Sex Hormones

The primary sex hormones consist of progesterone, estrogen, and testosterone. Deficiency, excess, or imbalance of these hormones can bring severe symptoms and psychological difficulties. Even though testosterone and estrogen are respectively referred to as the male and female sex hormones, they can cause depression if either sex has a deficiency or imbalance. Testosterone deficiency is closely correlated to depression, irritability, and poor sense of well-being.

Overabundance of estrogen, also known as estrogen dominance, in men can cause one to experience mood swings, depression, and further hormone imbalances. Women more frequently experience estrogen dominance due to hormonal fluctuations during menstruation. Increased estrogen levels are a primary contributor to severe PMS symptoms including depression.

Oxytocin

When we experience sensations of intimacy and closeness, particularly with partners, oxytocin is likely the cause. Decreased levels of this hormone can cause one to experience depressive episodes and shifts in mood. Studies have found that new mothers with reduced oxytocin levels are more prone to experience postpartum depression after childbirth. Supplementation and treatment with oxytocin has shown to promote self-esteem, optimism, confidence, and improve social interaction. Further studies have presented data that shows oxytocin helps relieve pain that contributes to depression. This hormone is often administered through injection or nasal spray and may prove to be an effective method of treating depression, anxiety, and post-traumatic stress disorder (PTSD).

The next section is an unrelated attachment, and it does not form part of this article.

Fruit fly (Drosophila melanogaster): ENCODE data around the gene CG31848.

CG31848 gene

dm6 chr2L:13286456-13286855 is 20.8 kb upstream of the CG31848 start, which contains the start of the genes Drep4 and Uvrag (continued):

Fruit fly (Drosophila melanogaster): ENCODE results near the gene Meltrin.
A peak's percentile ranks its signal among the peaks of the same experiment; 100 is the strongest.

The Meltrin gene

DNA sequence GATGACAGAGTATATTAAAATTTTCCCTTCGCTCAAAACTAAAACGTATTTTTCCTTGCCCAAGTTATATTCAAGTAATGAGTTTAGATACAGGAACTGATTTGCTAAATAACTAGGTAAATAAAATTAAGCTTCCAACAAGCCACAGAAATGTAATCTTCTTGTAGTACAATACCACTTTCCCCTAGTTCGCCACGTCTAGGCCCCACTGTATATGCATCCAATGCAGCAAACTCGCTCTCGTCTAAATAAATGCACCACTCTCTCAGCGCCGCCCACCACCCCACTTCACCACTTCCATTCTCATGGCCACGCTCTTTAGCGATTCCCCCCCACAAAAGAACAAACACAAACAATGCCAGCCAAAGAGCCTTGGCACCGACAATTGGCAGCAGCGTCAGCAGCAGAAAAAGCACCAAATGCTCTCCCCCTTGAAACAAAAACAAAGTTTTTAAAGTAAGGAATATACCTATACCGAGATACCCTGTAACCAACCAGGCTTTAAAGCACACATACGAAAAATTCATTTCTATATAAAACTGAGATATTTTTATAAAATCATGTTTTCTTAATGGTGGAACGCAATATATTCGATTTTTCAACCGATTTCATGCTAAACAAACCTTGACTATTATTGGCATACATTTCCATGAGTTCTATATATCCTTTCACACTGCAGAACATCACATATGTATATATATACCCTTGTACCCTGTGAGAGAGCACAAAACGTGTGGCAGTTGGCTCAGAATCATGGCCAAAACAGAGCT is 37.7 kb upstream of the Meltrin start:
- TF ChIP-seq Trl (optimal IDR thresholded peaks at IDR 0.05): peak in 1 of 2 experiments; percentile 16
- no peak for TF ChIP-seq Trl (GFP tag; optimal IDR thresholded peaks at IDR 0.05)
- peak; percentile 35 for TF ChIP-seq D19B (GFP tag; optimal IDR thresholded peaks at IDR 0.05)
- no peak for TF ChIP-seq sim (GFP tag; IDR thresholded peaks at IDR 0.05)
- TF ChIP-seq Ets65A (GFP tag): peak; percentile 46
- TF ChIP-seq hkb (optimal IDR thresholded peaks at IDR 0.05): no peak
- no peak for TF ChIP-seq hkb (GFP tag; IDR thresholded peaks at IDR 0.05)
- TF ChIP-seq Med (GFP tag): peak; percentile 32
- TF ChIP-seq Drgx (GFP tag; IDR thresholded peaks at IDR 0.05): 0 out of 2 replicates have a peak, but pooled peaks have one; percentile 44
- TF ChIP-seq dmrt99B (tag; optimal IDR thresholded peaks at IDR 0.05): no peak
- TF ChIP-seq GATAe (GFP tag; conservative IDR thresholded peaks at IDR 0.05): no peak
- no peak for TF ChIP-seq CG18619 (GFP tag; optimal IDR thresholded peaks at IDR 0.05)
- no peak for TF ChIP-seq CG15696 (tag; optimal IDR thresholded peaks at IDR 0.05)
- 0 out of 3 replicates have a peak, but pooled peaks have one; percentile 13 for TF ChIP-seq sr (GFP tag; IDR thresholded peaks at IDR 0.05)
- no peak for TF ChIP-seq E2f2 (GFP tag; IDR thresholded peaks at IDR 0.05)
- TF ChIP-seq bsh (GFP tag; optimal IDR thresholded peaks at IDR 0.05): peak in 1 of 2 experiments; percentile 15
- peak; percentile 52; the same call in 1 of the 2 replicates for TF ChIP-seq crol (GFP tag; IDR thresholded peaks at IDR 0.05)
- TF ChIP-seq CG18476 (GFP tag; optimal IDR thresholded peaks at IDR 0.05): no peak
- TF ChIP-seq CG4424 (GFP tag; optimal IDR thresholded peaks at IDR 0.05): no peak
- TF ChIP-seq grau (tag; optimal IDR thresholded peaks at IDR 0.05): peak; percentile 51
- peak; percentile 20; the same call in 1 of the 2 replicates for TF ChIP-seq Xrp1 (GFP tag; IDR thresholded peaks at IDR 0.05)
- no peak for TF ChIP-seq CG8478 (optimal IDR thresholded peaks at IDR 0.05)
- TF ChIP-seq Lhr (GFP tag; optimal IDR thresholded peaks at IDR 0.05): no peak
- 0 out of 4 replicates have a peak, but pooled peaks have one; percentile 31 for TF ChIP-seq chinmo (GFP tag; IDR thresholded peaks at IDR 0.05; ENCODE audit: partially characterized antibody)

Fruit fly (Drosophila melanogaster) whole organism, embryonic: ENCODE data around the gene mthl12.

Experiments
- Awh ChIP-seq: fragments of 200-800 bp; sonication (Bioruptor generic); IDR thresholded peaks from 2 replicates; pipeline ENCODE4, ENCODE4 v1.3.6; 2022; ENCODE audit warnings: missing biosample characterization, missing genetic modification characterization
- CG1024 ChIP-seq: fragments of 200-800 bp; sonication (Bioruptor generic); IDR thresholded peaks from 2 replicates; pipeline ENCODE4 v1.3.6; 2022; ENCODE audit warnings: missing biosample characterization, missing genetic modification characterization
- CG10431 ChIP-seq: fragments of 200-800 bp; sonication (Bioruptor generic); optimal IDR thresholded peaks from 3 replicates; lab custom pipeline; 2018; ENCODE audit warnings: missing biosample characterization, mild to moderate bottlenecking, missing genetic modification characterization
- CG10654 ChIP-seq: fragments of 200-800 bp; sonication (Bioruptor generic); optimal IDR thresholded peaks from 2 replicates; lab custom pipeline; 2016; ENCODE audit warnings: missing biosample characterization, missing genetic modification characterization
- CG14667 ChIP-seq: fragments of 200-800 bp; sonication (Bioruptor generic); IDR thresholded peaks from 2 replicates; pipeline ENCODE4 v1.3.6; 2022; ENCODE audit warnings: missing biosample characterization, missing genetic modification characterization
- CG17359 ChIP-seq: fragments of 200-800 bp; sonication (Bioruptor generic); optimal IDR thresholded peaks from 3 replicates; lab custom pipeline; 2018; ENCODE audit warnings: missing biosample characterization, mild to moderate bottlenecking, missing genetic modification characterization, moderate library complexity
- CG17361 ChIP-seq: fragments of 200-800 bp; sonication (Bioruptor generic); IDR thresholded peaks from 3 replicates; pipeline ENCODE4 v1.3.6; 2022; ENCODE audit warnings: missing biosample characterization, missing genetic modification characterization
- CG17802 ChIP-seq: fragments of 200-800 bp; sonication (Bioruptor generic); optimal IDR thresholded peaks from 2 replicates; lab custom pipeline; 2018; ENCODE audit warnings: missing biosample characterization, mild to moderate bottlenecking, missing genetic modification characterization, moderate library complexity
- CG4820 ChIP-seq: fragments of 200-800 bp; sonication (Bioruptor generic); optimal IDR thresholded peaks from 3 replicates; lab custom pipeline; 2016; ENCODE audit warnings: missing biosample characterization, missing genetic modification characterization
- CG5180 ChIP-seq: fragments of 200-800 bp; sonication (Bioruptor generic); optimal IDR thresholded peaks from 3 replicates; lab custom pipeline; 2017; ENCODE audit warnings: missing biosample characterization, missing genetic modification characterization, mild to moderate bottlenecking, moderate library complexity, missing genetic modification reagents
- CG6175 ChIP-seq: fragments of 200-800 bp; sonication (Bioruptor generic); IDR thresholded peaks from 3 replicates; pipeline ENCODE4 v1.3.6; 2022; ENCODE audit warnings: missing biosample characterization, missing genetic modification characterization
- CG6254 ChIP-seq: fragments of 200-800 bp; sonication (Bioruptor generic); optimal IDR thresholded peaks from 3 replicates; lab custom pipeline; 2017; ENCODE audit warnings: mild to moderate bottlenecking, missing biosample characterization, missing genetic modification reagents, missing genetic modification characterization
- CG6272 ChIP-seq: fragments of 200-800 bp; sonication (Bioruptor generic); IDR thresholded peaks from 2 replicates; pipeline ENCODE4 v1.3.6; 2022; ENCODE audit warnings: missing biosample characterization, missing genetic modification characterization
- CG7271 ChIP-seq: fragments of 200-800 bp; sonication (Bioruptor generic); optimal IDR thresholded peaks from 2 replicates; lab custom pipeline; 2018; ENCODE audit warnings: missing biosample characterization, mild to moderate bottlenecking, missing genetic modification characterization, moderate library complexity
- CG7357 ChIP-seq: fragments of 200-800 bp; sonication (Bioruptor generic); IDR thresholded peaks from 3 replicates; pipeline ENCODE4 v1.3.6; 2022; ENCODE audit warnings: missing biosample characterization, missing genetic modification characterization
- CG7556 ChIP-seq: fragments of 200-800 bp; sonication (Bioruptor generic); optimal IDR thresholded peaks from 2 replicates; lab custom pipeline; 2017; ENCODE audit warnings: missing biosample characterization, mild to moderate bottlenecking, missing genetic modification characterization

Adrenal Hormones

The adrenals are the primary system involved in the body’s stress response. The three hormones most important to the adrenals are adrenaline, cortisol, and the precursor hormone, DHEA. Imbalance or deficiency of these hormones can result in anxiety, insomnia, and depression. Disruption of these hormones can be caused by a condition known as adrenal fatigue. As one experiences increasing levels of stress, or chronic stress, the body continues to produce and releases stress hormones like cortisol. Increased levels of cortisol can cause one to feel jittery yet fatigued. Furthermore, elevated cortisol levels effectively drain the adrenal glands, meaning that they are unable to properly recover. Eventually the adrenals become incapable of maintaining adequate levels of adrenal hormones, resulting in anxiety, insomnia, difficulty handling stress, and depression.

Dealing with Depression

Depression has many possible contributors and causes with hormone dysfunction being a significant one. It is critical that depression is respected as a true medical condition deserving of appropriate care. Frequently, depression is recognized by those experiencing it through the many infamous symptoms associated with it. Even if a person correctly diagnoses their condition, it is important that they seek out the assistance of a physician to rule out the presence of any underlying conditions such as thyroid dysfunction or hormonal imbalances. Common conditions such as thyroid disorders, adrenal fatigue, chronic infections, diabetes, obesity, and sleep disorders can wreak havoc on hormone function and have significant influence over the occurrence of depression.

Decoding Depression: Is It Your Hormones? was last modified: July 13th, 2017 by Holtorf Medical Group